The Colorado Supreme Court held in a 4-3 decision last week that a high-speed bill reading during the General Assembly’s 2019 session didn’t comply with the Colorado Constitution’s reading requirements.
The bill in question was HB19-1172, a 2,000-page bill to recodify existing statutes on the regulation of professions and occupations. In an effort to stall other legislation, Senate Republicans asked that the bill be read at length.
A Senate clerk read the bill aloud for more than three hours, but Secretary of the Senate Cindi Markwell eventually decided the reading was a task for machine, rather than man, and directed staff to set up several computers on the Senate floor to simultaneously read different sections of the bill at up to 650 words per minute.
Senate Republicans, including Sen. John Cooke of Weld County and Senate Minority Leader Chris Holbert of Parker, filed suit against Markwell and President of the Senate Leroy Garcia, Jr. of Pueblo, alleging the computers’ reading of the bill didn’t meet the requirements of the Colorado Constitution.
The Denver District Court sided with the Republicans by issuing an injunction and declaring that bills must be read “in an intelligible manner and at an understandable speed.” The parties jointly asked the Colorado Supreme Court to review the district court’s decision, citing the likelihood of future litigation over bill reading methods as one of the reasons the high court should take the case.
On appeal, Markwell and Garcia argued that the lower court erred by deciding a non-justiciable political question. Cooke and his fellow Republicans argued that Colorado case law doesn’t support Markwell’s political question challenge, which they called “unprecedented” and an attempt to “inoculate themselves from constitutional scrutiny.” Cooke also argued the district court correctly interpreted the Colorado Constitution’s Reading Clause as requiring something more than “using multiple computers … to read different portions of the bill at one time, at a speed the mind cannot comprehend.”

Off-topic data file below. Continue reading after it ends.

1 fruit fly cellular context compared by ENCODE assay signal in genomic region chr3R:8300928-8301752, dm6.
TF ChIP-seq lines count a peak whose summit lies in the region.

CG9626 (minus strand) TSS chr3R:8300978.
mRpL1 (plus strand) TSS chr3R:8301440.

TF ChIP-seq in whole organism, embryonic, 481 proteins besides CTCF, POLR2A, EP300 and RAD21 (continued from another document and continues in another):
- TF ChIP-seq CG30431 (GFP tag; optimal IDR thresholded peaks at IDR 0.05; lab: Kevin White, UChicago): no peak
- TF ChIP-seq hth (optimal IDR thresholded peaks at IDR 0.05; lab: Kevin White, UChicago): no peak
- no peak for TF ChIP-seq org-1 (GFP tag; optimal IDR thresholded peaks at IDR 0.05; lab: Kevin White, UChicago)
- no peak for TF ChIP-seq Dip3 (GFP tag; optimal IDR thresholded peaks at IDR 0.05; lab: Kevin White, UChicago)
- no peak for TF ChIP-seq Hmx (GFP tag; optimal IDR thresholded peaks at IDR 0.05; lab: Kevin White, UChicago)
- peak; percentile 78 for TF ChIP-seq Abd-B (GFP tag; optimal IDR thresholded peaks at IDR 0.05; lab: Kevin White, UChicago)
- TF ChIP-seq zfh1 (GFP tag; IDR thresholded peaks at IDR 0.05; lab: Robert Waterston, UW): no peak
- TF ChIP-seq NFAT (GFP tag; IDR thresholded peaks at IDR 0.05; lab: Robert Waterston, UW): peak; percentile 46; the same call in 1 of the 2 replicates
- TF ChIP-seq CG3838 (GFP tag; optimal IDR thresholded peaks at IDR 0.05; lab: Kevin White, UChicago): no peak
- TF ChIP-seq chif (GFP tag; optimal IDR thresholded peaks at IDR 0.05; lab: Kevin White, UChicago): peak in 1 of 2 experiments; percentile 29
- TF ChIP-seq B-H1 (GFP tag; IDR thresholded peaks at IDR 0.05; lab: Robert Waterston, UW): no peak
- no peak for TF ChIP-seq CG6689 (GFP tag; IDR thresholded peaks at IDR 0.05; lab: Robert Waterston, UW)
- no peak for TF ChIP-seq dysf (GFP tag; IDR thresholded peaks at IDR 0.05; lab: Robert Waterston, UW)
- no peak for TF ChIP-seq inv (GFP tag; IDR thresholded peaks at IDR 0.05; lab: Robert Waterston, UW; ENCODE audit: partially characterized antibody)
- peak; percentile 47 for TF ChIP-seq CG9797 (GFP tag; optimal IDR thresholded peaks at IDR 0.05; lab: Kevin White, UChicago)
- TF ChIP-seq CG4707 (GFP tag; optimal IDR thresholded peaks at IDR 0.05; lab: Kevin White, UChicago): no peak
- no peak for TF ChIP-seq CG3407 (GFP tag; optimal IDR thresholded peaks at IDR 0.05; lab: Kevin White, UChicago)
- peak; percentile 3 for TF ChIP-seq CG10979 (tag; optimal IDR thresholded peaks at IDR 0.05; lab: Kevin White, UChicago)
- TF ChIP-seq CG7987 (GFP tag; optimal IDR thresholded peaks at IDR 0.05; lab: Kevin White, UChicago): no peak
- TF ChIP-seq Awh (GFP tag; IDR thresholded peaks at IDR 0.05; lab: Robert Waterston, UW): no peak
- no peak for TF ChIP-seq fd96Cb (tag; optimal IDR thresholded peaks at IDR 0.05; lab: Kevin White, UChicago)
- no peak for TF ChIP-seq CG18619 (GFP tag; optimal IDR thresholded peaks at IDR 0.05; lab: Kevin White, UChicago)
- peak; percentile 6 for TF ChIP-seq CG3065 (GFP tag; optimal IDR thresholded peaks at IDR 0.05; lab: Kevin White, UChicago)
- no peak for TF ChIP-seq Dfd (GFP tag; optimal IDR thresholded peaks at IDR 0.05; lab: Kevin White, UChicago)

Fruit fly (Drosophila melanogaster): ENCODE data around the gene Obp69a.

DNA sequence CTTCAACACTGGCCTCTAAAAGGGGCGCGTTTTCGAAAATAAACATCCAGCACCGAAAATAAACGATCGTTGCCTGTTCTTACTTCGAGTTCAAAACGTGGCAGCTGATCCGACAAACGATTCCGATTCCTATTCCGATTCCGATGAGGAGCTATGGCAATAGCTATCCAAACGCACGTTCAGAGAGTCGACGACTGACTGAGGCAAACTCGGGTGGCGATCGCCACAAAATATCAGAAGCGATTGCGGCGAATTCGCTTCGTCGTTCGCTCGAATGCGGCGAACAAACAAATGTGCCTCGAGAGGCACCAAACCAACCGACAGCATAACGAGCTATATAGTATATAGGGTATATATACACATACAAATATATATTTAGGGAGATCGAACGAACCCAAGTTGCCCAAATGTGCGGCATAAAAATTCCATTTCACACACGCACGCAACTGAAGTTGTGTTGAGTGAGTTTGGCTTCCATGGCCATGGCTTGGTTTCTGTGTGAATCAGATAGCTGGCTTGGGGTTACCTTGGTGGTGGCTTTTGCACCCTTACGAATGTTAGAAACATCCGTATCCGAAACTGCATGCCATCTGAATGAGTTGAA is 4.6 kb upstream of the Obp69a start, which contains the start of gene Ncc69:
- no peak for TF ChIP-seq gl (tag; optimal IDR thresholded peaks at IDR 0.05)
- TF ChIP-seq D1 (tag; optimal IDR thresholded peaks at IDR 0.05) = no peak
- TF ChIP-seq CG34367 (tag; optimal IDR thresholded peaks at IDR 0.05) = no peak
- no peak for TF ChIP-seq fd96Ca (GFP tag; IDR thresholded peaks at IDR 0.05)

In the March 15 opinion, the majority found it was “within the judiciary’s wheelhouse” to weigh in on the constitutionality of the Senate’s actions and affirmed the lower court’s determination that the “unintelligible sounds” produced during the computer-aided bill reading didn’t meet constitutional standards. But it found the district court went too far when it tried to dictate the specifics of how the legislature must comply with the state constitution by saying bill readings must be “intelligible” and “understandable.”
“[T]he separation of powers doctrine requires no less and permits no more than to have us interpret the constitution and determine whether the legislature complied with it,” Justice Carlos Samour wrote in the majority opinion.